From left: Labour Party leader Keir Starmer, U.K. Prime Minister Rishi Sunak and Reform UK leader Nigel Farage.Getty Images

Sunak became leader without a public vote after Johnson and then Liz Truss resigned in quick succession. But since then his personal polling — as well as that of his party — has slumped to record lows after a series of campaign gaffes.

Facing almost certain defeat, Sunak has been left trying to coax a disillusioned Conservative base just to turn up at the ballot box to prevent what he warns will be a Labour “supermajority” in the House of Commons. 

It would be a shock if Sunak were not replaced by opposition Labour leader Keir Starmer, 61.

Starmer comes from a blue-collar background but would also be the first prime minister since the 1950s to already have a knighthood. He identifies as a socialist, but has angered many leftists after abandoning much of the progressive platform that made him Labour leader, such as privatizing utilities and railways.

He would be only the fourth person since World War II to defeat the Conservatives at the ballot box.

Aside from Sunak and Starmer, this year’s wild card is Nigel Farage, the populist whose critics label as far right. He’s an ally of Donald Trump’s and leads Reform UK, an anti-immigration party that is poised to capture millions of votes from dissatisfied Conservatives on the right — but also some from Labour.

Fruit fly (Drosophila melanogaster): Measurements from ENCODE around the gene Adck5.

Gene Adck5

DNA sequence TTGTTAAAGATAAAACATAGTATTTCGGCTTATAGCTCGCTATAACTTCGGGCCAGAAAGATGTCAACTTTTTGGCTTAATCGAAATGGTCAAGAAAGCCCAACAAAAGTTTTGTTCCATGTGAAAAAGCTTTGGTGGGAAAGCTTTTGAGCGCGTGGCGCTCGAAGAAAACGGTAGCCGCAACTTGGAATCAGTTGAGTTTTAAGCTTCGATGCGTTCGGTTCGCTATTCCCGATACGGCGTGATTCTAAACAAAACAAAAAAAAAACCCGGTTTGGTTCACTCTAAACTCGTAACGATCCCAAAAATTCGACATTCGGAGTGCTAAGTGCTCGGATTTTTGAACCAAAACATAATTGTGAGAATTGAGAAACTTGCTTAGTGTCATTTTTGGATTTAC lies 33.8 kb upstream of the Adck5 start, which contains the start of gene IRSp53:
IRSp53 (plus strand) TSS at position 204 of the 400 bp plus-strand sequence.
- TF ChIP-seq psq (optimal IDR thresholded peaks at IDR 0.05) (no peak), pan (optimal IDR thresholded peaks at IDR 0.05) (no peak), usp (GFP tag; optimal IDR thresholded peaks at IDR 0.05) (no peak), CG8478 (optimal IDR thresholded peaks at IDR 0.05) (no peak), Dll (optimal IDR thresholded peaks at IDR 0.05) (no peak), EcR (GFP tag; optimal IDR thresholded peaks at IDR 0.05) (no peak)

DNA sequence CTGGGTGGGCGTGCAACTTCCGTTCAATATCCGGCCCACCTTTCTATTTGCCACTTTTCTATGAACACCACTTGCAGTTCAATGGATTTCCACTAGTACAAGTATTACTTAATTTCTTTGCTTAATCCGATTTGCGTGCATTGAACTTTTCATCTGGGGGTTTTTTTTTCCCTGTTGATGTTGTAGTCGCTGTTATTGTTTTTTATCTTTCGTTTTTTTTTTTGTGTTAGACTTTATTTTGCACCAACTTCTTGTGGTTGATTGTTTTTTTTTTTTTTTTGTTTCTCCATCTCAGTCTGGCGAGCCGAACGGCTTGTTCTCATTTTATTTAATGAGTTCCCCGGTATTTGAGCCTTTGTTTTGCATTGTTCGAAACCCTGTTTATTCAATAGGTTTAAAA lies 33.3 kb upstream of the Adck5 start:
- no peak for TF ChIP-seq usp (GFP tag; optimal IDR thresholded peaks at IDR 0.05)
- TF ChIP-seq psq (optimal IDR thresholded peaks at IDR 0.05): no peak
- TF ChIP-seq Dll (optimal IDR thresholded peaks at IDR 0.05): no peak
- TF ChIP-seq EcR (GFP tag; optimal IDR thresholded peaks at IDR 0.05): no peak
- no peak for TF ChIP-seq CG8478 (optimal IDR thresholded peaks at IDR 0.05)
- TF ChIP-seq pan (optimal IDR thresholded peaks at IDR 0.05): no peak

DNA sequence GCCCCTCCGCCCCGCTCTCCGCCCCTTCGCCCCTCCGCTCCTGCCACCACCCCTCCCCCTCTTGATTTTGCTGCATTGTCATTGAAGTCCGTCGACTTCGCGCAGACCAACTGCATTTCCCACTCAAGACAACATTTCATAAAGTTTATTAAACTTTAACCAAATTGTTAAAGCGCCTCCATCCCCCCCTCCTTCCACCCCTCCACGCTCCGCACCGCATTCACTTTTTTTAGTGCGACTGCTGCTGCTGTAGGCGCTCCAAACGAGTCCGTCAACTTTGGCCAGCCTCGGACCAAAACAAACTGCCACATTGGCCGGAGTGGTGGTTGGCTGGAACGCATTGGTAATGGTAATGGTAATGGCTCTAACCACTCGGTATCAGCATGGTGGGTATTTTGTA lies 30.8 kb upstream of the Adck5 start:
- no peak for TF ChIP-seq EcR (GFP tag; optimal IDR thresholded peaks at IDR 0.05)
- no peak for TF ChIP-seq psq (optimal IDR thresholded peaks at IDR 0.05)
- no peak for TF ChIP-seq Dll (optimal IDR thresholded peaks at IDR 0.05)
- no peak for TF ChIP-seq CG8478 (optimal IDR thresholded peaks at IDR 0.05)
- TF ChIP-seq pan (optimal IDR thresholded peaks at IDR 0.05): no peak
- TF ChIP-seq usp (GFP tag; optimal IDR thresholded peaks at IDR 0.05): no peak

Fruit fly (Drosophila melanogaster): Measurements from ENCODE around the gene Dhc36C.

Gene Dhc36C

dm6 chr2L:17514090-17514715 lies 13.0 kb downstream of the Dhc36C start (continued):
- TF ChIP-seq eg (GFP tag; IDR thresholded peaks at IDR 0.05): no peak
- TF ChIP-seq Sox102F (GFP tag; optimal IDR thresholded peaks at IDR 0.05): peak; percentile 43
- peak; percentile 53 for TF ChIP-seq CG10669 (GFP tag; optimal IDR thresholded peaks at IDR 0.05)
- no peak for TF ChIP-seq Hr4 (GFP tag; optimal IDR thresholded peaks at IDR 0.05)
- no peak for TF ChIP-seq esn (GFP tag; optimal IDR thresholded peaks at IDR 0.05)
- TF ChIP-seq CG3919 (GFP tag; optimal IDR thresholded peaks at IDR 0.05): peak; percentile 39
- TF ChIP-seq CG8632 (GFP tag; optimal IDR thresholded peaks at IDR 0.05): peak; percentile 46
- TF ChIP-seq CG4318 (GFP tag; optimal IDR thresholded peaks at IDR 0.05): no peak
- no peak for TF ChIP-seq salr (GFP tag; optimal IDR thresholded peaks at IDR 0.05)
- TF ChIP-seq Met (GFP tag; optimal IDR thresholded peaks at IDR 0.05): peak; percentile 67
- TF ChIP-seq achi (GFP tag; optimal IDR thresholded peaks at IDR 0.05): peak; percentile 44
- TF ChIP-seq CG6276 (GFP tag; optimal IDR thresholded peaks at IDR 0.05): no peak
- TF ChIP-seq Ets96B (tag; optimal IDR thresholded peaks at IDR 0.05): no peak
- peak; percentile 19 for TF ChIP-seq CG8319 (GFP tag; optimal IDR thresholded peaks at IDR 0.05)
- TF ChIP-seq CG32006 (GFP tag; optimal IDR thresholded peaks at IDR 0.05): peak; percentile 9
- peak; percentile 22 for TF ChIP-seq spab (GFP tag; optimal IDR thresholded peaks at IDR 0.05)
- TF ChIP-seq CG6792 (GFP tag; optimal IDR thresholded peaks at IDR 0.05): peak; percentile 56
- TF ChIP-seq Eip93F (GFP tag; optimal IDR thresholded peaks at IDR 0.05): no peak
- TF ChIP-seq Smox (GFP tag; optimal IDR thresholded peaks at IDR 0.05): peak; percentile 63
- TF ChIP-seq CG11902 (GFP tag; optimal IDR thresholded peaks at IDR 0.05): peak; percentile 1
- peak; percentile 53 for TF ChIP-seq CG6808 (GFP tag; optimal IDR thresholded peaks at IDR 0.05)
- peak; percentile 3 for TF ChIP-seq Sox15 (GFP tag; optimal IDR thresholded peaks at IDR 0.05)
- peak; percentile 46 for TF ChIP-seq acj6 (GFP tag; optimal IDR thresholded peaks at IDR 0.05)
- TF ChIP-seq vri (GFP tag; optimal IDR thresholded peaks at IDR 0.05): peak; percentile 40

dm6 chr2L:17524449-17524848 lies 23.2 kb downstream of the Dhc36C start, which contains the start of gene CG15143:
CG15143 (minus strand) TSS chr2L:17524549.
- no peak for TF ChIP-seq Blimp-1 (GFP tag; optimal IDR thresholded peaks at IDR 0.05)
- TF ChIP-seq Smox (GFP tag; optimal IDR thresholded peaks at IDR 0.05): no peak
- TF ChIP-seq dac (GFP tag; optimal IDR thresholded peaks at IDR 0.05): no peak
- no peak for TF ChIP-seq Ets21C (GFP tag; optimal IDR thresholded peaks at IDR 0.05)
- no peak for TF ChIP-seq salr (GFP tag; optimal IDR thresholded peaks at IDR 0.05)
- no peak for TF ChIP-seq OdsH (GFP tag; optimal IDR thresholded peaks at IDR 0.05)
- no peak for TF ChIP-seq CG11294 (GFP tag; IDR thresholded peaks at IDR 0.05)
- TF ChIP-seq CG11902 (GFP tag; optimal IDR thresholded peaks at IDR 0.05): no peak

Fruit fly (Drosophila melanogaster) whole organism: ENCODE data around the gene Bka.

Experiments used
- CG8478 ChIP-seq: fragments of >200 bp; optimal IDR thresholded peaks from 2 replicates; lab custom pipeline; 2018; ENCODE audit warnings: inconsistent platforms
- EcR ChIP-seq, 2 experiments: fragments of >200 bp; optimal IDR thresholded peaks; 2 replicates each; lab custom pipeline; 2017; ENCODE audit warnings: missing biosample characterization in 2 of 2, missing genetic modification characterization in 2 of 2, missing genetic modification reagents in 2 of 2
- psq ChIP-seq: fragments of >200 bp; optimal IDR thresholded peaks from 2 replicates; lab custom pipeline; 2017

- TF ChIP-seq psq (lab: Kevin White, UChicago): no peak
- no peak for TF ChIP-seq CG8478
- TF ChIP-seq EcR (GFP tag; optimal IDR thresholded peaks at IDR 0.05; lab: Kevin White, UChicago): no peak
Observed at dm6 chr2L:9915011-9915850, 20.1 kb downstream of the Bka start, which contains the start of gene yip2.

The Liberal Democrats, led by Ed Davey, will hope to mop up votes in the centerground. The Scottish National Party is fighting to hold its dominance north of the border, while the Greens and Plaid Cymru — the Welsh independence party — are expecting single-digit seat hauls.

What are the issues?

Principally: the economy.

Britain has been mired in a cost-of-living crisis. Real wages have flatlined for a decade — the U.K.’s average salary is just 29,669 pounds (about $38,000) — and prices have spiraled for utilities and food. Meanwhile, Britain has the worst rate of homelessness in the developed world, according to the Organization for Economic Cooperation and Development, and 30% of children are growing up in poverty, government figures show.

Sunak says “brighter days” are ahead after inflation fell back from 11% in 2022 to the target of 2% last month. His party has promised cuts to taxes and public spending, which some economists say are unrealistic given how threadbare budgets already are.

Keir Sarmer Labour Party Leader